Driving drives people crazy?

Commuting students shared their experiences traveling to campus for classes and extracurricular activities. Some students discussed their difficulties with parking, time management and spending money on gas
Jacob Summerville/The Lion's Roar

Day-to-day challenges that commuting students face include driving, parking, scheduling activities and finances.

According to a 2015 survey conducted by the United States Department of Labor, full-time college students between the ages of 15 and 49 spend roughly 1.4 hours traveling on an average weekday. This is about 39 hours a month, almost two whole days a month, that commuting students spend traveling. 

Freshman computer science major Christopher Koster shared how he incorporates driving into his daily schedule.

“With my commute, it’s about 45 minutes,” said Koster. “So, it’s making time to come here, and then also extracurricular activities, making sure I get home at a reasonable time so I get enough sleep for the next day.” 

Sophomore kinesiology major Jada Mansion stated factors that may add time to her commute.

“When it’s cold outside, I have to wake up a few minutes earlier to warm my car up,” said Mansion. “If it’s raining, leaving early is a must because people drive slower. Because of how early I leave, I typically don’t get stuck behind the train, but sometimes in downtown, there are trucks that unload supplies, which can add a few minutes to the drive.”

It takes Mansion “less than 10 minutes” to get from her apartment to campus, but she has to factor in her morning work schedule as well.

“Since I work at the school, I have to wake up around 5:45 to get ready and get to work for 6:30,” said Mansion. “In the morning, I usually grab a piece of fruit for breakfast and pack my lunch.”

Junior nursing major Carlee Smith feels that driving to campus each day benefits her.

“I enjoy driving to campus every day because I can listen to whatever music I want,” said Smith.  “I can listen to the same song over and over again without anybody telling me anything. It kinda helps keep my sanity driving to school every day.” 

On top of the time spent driving, students also have to find a parking spot, which is a challenge for some students.

Although Smith stated a positive factor on driving itself, her thoughts on parking differ.

“Parking here is atrocious,” said Smith. “If you get here after 9:00, you’re not going to find a parking spot. So, days like today, I don’t have class until 2:00. I don’t leave my house until 12:30. Otherwise I’m never going to find a parking spot.”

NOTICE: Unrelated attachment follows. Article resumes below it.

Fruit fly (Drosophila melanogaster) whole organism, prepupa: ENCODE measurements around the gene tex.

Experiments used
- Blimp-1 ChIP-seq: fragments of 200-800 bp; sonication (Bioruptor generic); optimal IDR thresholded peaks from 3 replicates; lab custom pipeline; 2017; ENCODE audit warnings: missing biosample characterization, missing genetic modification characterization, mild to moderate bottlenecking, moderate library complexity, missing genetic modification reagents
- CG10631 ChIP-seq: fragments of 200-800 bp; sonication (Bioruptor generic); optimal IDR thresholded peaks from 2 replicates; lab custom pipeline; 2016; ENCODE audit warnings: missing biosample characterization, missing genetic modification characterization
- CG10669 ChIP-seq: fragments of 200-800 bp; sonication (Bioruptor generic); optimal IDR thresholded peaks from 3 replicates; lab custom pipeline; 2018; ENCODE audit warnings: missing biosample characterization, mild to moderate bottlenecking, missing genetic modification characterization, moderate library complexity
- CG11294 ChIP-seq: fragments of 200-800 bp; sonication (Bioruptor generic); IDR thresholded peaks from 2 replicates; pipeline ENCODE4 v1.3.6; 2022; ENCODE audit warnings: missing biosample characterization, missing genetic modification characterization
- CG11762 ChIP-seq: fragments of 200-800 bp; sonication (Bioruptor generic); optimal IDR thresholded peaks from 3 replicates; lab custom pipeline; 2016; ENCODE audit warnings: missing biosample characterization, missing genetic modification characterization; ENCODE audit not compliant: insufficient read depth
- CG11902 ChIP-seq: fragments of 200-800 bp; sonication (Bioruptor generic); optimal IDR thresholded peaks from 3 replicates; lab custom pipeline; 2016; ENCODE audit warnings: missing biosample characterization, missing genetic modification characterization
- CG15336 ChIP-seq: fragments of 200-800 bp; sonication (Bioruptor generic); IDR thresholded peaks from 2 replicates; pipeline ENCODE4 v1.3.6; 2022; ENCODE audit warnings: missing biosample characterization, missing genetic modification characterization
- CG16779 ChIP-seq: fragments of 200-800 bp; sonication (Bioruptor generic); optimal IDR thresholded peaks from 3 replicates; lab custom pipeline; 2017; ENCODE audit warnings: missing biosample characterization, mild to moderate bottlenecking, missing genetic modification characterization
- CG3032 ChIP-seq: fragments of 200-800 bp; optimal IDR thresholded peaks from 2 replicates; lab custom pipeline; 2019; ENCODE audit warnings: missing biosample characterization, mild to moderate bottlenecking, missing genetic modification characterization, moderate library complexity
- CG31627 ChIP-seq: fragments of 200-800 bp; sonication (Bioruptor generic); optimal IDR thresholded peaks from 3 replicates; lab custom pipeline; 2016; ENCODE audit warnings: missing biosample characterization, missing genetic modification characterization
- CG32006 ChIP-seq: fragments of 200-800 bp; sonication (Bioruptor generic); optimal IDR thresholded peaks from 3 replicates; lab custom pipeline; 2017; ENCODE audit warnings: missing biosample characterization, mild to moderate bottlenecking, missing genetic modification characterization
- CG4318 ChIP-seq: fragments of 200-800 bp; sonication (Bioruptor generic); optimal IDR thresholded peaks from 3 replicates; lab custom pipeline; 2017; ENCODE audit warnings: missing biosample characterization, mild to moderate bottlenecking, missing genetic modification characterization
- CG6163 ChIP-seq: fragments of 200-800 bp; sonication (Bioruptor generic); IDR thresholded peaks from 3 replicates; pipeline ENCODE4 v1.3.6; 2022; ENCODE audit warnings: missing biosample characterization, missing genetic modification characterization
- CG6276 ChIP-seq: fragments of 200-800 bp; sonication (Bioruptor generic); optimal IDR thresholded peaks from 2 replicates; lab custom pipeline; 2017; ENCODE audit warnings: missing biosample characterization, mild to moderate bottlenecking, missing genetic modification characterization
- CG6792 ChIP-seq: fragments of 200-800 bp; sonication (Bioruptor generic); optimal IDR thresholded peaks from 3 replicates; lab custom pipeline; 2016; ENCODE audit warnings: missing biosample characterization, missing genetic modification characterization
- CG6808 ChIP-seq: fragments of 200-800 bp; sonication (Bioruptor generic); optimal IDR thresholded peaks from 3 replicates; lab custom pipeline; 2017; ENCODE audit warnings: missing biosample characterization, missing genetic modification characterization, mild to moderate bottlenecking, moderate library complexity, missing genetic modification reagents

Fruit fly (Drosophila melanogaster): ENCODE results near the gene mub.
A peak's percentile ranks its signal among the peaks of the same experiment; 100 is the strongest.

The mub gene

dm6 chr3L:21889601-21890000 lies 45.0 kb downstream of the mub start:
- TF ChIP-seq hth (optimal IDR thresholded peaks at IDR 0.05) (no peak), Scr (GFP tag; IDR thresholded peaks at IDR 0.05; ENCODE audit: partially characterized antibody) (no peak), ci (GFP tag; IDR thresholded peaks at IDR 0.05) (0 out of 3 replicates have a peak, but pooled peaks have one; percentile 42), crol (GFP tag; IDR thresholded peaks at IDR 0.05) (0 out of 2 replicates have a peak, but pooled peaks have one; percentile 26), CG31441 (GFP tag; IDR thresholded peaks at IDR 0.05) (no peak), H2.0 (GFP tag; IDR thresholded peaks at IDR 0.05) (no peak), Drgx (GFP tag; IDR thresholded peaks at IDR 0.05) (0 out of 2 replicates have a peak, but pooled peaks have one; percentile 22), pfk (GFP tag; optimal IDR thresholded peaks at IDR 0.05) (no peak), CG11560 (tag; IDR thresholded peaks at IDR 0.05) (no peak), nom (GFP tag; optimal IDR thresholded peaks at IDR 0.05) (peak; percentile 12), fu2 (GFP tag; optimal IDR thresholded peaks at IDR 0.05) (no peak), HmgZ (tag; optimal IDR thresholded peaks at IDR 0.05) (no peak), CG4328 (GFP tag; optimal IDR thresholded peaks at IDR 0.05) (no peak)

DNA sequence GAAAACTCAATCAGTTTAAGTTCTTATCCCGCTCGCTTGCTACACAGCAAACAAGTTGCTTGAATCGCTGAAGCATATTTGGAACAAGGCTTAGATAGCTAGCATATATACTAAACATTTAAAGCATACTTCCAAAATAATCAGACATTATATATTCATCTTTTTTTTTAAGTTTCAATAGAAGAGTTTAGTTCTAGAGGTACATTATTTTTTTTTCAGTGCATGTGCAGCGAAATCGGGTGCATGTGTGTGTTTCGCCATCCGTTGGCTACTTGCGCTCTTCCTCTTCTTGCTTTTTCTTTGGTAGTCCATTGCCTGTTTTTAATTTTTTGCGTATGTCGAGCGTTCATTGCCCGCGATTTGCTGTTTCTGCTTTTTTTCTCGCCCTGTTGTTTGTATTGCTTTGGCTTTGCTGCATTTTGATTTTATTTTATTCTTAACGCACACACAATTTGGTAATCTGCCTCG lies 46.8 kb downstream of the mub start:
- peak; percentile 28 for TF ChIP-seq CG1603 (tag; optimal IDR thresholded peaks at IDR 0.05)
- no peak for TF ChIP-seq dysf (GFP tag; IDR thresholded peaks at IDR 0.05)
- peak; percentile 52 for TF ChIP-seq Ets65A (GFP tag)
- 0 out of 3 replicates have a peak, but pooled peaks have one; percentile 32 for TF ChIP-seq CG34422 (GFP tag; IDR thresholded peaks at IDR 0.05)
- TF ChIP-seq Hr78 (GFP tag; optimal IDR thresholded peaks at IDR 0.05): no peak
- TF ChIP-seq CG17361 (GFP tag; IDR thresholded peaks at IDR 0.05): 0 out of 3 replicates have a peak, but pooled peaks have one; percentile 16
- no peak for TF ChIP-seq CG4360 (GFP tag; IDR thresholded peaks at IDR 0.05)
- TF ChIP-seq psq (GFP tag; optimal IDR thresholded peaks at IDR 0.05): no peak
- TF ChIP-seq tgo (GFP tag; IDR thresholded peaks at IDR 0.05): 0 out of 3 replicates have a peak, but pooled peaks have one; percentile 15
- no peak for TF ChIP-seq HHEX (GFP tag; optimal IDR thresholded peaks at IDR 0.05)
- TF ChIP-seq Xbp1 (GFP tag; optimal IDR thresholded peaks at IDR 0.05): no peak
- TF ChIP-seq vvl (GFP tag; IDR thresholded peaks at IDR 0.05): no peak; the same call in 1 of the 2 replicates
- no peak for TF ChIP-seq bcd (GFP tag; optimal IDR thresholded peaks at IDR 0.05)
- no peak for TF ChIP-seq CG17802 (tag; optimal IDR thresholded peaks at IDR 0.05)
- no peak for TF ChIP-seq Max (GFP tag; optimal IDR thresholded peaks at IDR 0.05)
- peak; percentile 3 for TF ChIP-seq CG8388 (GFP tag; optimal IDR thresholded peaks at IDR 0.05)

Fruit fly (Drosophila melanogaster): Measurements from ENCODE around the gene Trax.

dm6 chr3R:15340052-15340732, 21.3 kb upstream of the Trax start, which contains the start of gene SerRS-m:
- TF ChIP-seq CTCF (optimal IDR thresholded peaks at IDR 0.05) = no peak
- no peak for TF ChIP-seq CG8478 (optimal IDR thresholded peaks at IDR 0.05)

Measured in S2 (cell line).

Koster shared his experience with campus parking.

“I travel from Amite, and my first class is at 11 a.m., but with parking being so terrible, I normally always try to get here before 8 a.m. to get a decent parking spot by the University Center,” said Koster.

Koster suggested a potential fix to the freshman parking issues.

“I would say the best way to improve parking is maybe opening up more sections around the University Center whenever there isn’t an event going on,” said Koster. “Or maybe if upperclassmen parking isn’t completely filled all the time, like if lot ‘A,’ ‘B,’ ‘C’ isn’t filled, then allow some of the freshman commuters to park there.”

Depending on where students live, the price of paying for gas can add up over the months.

Koster shared how much he spends on gas for his truck.

“For school purposes, I normally have to refuel two times per week, and it’s only $45 to fill up my truck,” said Koster. “So, I’m gonna estimate about 360 a month. For me and my vehicle, I know I burn a lot of gas per week. So, looking at the cost between staying on campus versus how much gas I would burn commuting back and forth, I would love to stay on campus, but some of the housing and meal ticket prices are just so high.”

Since Mansion has a short drive to campus, she spends less on gas.

“Working at the school means that I don’t also have to drive somewhere else, which saves me a lot on gas,” said Mansion. “I usually put $30 in every two and a half weeks.”

These commuters stated that they’d want to live on campus, but the prices deter them from doing so.

“I wanted to live on campus when I was a freshman, but my mom told me I’d have to pay for it myself,” said Smith. “So, I don’t.”

Being a former campus resident, Mansion weighed the pros and cons of commuting and being a resident. 

“I lived on campus my freshman year, and although it was convenient, it was not ideal,” said Mansion. “It’s more expensive too, and there were things I wanted to do that living on campus were not available. It did help me with the transition from high school to college, but it wouldn’t have been impossible to learn along the way by commuting.”

Smith shared her experience about how one of her professors wanted students to contact them if they were running late, and how she was once in that situation.

“The professors are always like, ‘Email me if you’re gonna be late,’ if I’ve ever been stuck in traffic,” said Smith. “One morning, I had a really big project due, and I stayed up all night doing it. Class started at 8:00. I didn’t wake up until 8:00. So, I was freaking out. I literally forgot to brush my teeth walking out the door, just threw some clothes on, drove all the way out here, turned it in and came back home.”

For freshmen who are considering commuting to campus, Mansion offered some advice.

“If I would have commuted my freshman year, I think it would have been hard for me,” said Mansion. “It would be a 45-minute drive to and from each morning, which would have been a lot of gas money. If freshmen do decide to commute, they need to be prepared for the drive, gas and parking.”